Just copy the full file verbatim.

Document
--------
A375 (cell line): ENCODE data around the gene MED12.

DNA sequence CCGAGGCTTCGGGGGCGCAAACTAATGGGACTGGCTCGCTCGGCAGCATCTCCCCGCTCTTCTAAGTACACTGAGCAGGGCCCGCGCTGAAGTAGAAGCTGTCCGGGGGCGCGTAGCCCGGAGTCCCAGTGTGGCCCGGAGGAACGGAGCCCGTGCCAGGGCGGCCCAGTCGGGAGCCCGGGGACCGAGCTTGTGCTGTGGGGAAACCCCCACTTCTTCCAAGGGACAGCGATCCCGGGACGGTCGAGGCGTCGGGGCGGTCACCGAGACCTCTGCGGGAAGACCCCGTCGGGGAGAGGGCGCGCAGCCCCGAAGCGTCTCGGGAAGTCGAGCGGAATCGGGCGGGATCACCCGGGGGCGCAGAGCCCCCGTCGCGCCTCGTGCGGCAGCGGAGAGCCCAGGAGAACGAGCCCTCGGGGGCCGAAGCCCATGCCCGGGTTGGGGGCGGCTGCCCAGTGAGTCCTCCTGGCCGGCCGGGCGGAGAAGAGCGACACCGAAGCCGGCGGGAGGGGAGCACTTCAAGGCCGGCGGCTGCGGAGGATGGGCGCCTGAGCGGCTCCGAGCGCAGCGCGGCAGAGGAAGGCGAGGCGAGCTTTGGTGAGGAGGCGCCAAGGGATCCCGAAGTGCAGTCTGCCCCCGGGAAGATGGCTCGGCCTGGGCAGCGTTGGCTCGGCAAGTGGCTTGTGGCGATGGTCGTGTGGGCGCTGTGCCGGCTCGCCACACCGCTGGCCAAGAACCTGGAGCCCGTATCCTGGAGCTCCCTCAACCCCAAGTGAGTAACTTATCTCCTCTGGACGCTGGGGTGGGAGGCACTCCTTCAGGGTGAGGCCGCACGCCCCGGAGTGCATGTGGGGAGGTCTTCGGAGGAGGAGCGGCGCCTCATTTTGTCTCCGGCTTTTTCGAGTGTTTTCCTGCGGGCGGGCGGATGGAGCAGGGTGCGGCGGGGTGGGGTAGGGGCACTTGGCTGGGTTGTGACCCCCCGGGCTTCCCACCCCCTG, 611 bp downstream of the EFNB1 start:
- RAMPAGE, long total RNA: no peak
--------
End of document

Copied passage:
A375 (cell line): ENCODE data around the gene MED12.

DNA sequence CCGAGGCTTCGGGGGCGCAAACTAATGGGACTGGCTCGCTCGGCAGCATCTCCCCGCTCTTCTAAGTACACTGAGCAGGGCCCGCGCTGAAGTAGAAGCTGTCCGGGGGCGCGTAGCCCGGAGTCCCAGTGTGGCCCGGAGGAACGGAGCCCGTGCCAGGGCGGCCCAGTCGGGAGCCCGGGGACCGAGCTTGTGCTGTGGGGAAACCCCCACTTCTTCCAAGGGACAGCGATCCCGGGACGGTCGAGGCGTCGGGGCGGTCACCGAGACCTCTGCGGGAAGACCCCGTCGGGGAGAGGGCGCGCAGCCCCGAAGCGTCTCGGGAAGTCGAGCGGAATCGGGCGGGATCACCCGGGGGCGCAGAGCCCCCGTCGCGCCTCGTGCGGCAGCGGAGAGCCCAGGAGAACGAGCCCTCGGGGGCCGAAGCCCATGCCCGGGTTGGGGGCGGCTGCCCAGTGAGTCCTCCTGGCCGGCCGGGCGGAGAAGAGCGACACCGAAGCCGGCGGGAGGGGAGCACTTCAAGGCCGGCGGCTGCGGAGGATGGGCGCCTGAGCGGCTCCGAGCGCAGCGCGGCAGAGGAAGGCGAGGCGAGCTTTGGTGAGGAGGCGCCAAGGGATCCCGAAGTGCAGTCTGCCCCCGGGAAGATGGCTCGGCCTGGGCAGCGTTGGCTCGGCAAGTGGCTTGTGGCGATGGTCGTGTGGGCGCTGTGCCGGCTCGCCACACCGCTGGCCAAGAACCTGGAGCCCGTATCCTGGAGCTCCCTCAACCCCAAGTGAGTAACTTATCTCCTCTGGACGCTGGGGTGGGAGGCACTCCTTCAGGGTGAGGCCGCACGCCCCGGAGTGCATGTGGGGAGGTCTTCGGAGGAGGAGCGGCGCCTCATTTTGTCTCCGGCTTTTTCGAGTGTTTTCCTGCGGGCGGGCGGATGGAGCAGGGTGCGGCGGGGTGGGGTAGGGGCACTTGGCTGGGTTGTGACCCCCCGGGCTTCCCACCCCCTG, 611 bp downstream of the EFNB1 start:
- RAMPAGE, long total RNA: no peak